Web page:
NEW YORK — So far, All-Star weekend has been a pretty good metaphor for Trey Burke’s career.
A few rough moments and losses.
Some good times.
A lot of competitive fire.
And, perhaps most important, a good attitude encompassing all of the above.
Though he fell short in Saturday’s Skills Challenge and his U.S. team lost the Rising Stars Challenge to the World team, which included Jazz teammates Rudy Gobert and Dante Exum, Burke turned in a good effort and remained positive about the experience.
Just as he has with the beginning of his NBA career, which started with a debut-delaying finger injury, an up-and-down rookie season, and a mix of sweet-and-sour games in his sophomore campaign.
“It’s great. It’s a blessing. It’s like a dream come true participating in All-Star weekend, growing up watching it pretty much every year,” Burke said Saturday night. “It was great to come out here and play in the Rising Stars game and have another shot to get my title back.”
That didn’t happen.
Burke, who won last year in a team competition with Damian Lillard, got off to a rough start in the new format, which pitted players against each other. He quickly weaved through the obstacles while dribbling, but he then missed his first two passes through a cylinder during the passing portion of the event.
That gave his competitor, Milwaukee’s Brandon Knight, a chance to dribble the length of the court for an easy layup and then return to attempt the knockout 3-point shot.
Burke hustled to catch back up to the Bucks’ playmaker, who missed his first 3-point attempt.
But the Jazz player, who’s shooting 31.6 percent from beyond the arc this season, was off on his first try.
That proved to be a costly miss.
Knight drained his next 3-pointer to advance, while Burke bowed out of the first round with repeat dreams dashed.
Burke’s slow start left him wondering what might have happened had he connected on a pass sooner.
“I rushed it,” he said. “I should’ve took my time and tried to shoot it, and I rushed it.”
The weekend was a success overall for Burke, who proved Friday night that he’s on par with the top talent of the NBA’s rookie and sophomore classes.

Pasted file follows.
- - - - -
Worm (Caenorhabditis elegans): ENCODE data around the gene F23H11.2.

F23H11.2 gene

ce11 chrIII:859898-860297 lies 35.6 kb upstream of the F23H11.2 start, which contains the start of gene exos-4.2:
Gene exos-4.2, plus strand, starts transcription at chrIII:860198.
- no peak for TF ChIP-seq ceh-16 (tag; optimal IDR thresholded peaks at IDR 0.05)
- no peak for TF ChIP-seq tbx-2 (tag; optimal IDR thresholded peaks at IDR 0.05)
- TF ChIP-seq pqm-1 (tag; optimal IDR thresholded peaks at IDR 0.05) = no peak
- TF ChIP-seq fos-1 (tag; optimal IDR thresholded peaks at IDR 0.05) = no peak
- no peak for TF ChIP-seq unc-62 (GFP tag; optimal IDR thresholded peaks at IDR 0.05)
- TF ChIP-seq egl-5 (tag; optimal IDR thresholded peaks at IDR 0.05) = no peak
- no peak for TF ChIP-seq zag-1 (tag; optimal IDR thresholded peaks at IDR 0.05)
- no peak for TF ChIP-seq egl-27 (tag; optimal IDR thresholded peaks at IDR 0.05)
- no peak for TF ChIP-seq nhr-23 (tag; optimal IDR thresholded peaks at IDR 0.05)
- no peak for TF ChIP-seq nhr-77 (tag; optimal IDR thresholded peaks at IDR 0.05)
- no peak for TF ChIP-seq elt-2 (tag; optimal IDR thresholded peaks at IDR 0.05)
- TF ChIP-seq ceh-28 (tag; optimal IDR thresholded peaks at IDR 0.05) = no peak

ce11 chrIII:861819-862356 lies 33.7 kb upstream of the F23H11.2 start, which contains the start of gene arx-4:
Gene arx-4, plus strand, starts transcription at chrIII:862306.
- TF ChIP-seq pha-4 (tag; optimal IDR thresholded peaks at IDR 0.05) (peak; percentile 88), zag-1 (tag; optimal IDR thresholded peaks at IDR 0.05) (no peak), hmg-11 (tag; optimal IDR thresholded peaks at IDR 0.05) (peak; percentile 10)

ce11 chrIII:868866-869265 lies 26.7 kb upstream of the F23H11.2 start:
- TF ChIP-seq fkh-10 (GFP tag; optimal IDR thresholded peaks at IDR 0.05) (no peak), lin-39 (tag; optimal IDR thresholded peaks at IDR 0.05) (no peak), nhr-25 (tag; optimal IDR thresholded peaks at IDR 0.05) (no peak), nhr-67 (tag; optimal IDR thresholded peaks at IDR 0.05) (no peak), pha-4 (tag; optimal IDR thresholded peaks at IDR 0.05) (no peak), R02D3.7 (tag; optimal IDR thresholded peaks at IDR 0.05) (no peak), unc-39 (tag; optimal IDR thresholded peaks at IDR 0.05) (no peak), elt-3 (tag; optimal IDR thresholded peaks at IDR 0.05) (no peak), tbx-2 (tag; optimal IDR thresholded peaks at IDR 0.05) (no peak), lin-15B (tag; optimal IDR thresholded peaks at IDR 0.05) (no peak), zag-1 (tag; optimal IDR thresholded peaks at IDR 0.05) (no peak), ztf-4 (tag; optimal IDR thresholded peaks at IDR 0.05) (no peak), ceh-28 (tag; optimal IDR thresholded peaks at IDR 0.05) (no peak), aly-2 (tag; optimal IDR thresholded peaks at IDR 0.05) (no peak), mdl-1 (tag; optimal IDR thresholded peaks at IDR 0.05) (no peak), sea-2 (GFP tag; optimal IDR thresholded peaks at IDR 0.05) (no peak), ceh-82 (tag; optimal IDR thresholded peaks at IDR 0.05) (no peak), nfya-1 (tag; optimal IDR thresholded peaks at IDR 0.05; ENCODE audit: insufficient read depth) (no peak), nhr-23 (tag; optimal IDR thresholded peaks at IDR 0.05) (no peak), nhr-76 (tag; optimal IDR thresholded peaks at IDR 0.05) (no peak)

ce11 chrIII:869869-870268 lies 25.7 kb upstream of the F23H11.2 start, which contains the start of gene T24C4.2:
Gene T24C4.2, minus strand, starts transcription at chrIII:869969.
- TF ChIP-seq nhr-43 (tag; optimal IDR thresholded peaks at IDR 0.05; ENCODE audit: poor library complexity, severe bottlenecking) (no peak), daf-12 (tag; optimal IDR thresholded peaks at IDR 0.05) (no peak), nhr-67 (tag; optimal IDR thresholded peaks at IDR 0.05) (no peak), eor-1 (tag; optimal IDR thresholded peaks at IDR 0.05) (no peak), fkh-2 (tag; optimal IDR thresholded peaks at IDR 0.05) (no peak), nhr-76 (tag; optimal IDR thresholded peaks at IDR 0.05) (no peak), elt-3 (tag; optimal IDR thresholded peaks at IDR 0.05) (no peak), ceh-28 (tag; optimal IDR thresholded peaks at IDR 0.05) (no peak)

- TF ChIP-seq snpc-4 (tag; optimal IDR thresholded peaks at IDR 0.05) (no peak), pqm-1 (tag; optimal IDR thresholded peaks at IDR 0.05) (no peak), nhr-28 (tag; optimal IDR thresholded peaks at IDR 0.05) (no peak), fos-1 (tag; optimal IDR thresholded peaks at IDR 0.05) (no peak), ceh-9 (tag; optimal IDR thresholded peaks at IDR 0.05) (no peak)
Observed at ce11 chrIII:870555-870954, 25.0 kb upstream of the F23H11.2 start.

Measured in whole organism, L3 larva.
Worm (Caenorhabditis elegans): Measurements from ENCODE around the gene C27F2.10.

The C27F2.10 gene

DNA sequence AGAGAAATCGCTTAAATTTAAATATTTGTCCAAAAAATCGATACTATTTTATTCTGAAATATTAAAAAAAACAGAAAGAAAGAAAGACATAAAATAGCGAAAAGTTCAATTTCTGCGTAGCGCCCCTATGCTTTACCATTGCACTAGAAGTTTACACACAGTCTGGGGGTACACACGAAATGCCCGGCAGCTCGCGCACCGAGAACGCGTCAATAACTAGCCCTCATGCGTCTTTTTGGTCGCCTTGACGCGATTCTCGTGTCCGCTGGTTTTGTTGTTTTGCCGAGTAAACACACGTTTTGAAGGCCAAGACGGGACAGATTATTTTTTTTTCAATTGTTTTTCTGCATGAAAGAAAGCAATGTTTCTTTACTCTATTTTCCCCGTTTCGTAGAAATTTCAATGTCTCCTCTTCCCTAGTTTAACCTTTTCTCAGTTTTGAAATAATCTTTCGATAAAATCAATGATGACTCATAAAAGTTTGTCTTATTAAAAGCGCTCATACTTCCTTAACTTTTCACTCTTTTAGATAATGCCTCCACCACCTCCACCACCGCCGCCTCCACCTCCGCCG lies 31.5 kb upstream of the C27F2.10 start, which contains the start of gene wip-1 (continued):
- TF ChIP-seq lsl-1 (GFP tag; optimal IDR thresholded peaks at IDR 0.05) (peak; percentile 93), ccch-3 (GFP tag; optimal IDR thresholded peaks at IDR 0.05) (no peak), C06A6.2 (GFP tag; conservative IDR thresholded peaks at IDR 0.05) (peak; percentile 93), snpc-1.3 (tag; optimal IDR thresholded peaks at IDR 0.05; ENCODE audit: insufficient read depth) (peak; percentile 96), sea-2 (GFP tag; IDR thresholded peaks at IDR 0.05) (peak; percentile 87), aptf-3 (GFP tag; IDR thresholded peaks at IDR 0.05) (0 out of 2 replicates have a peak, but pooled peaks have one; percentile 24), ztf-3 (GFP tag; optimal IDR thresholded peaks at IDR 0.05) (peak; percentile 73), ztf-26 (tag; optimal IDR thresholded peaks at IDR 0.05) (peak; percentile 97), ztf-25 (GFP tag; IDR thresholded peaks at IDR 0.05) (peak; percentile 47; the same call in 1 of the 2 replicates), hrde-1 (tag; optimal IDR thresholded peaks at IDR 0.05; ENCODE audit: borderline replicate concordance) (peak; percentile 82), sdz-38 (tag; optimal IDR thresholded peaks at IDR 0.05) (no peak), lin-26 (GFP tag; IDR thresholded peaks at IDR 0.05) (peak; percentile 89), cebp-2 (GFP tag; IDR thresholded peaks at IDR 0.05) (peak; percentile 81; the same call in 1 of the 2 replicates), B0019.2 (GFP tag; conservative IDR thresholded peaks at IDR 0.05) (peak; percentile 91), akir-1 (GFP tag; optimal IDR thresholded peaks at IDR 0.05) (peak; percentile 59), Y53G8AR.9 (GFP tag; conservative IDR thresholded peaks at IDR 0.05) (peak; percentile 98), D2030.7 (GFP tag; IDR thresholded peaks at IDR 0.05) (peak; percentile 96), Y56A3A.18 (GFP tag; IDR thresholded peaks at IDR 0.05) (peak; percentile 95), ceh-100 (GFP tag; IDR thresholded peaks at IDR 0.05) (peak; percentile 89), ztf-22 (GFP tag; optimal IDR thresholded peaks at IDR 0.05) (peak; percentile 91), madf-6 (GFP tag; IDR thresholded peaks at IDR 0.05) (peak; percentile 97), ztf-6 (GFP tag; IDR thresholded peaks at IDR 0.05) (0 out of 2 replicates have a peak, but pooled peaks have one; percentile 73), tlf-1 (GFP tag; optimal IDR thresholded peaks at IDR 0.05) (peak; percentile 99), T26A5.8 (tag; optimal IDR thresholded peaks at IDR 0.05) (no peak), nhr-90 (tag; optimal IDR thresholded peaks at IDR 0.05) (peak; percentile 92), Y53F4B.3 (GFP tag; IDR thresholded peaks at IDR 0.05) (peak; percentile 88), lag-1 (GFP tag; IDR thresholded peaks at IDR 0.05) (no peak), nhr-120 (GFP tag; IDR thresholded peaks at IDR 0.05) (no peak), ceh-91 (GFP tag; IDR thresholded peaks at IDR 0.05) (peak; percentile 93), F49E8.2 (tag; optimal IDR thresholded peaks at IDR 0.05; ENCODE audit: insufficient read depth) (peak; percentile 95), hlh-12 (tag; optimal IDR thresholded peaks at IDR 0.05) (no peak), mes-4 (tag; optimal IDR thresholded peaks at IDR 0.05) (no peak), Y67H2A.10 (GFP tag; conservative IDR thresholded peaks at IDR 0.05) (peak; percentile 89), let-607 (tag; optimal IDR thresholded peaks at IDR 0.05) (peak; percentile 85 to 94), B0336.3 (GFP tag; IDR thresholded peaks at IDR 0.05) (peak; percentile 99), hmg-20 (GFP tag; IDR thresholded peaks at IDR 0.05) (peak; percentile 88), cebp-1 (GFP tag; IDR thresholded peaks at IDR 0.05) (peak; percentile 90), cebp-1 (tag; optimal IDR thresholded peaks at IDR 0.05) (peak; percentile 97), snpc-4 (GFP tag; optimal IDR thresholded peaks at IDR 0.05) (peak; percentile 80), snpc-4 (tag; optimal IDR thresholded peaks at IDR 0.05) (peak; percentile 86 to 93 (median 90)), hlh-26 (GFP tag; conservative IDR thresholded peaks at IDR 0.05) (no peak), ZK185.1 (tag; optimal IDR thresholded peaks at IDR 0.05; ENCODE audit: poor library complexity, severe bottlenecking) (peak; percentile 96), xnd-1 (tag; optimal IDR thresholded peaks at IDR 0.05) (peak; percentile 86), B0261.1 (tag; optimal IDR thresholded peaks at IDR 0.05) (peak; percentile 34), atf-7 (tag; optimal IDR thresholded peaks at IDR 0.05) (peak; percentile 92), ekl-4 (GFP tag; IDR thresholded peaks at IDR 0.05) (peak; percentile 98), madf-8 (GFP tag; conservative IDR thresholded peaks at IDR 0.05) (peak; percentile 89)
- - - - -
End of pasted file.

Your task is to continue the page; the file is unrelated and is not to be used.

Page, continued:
Burke scored 17 points off the bench with four assists.
But it wasn’t just his performance, which included some poised drives mixed in with some errant passes (three turnovers), that was impressive.
Burke showed fire and determination late in what had mostly been a high-scoring, offense-heavy showcase, a few Gobert blocked shots notwithstanding.
The 22-year-old even flung his arms in frustration when a teammate didn’t get an and-one foul called after making a bucket as the Americans mounted a late-game rally.
Burke, the 2013 NCAA player of the year, wanted to win.
“They might not have did what I did — swing my arms,” he said when asked about that competitive spirit he showed. “But we were all competing the last five, 10 minutes hard.”
While they didn’t overcome that obstacle, Burke and his teammates tried. It’s the same approach he’s taken since being relegated to a reserve role last month.
Burke eagerly showed in the Rising Stars game that he’s not afraid to take on big challenges. The 6-foot-1 player attacked the basket multiple times when his 7-foot-1 French teammate, the Stifle Tower, was patrolling the paint. He even had a highlight-worthy assist when he drove toward Gobert, drawing him away from the basket a bit and then dishing off to a teammate for an easy bucket.
“I made sure I still went at Rudy, even though his presence down there is tremendous, his ability to block shots,” Burke said. “I still let it be known that I’m going to come down there and try to make a play for someone else.”
Burke didn’t always have success against Gobert, though.
“He altered a couple of my shots,” Burke said. “That’s just what he can do.”
Burke said he’s grown from all of the adversity he’s faced as a pro — from the early finger injury to inconsistent play, subpar shooting, a load of losses, seeing a talented 19-year-old (Exum) take his starting spot, and being at a size disadvantage in a big man’s game.
“You’ve just got to get used to it. I think everybody experiences it. You’re not going to have a great game every night,” Burke said when asked about dealing with highs and lows as a young NBA athlete.
“You’re going to have some down nights. You’re going to face adversity. It allows you to grow as a person and as a ballplayer. I think that’s something I’m getting used to, learning how to be more consistent, making better shots and making plays.”
The second-year player is optimistic that his experience at his second All-Star weekend will give him a boost heading to the final portion of the season.
He didn’t win Friday’s game or defend his Skills Challenge title.
But Burke showed he can hold his own against the top talent of his age group.
“It gives you confidence as well,” he said.
It also gave him some good memories, including seeing Steph Curry win the high-profile 3-point contest and Zach LaVine wow everyone with an electrifying dunk contest performance.
“I had a great time,” Burke said. “That’s what it’s all about.”
Burke also received a solid compliment from one of his Skills Challenge competitors.
"Talented basketball player, ultimate competitor, somebody that just plays hard," Suns guard Isaiah Thomas said of Burke. "He's gifted. He's going to be one of the top guards in the league throughout his career."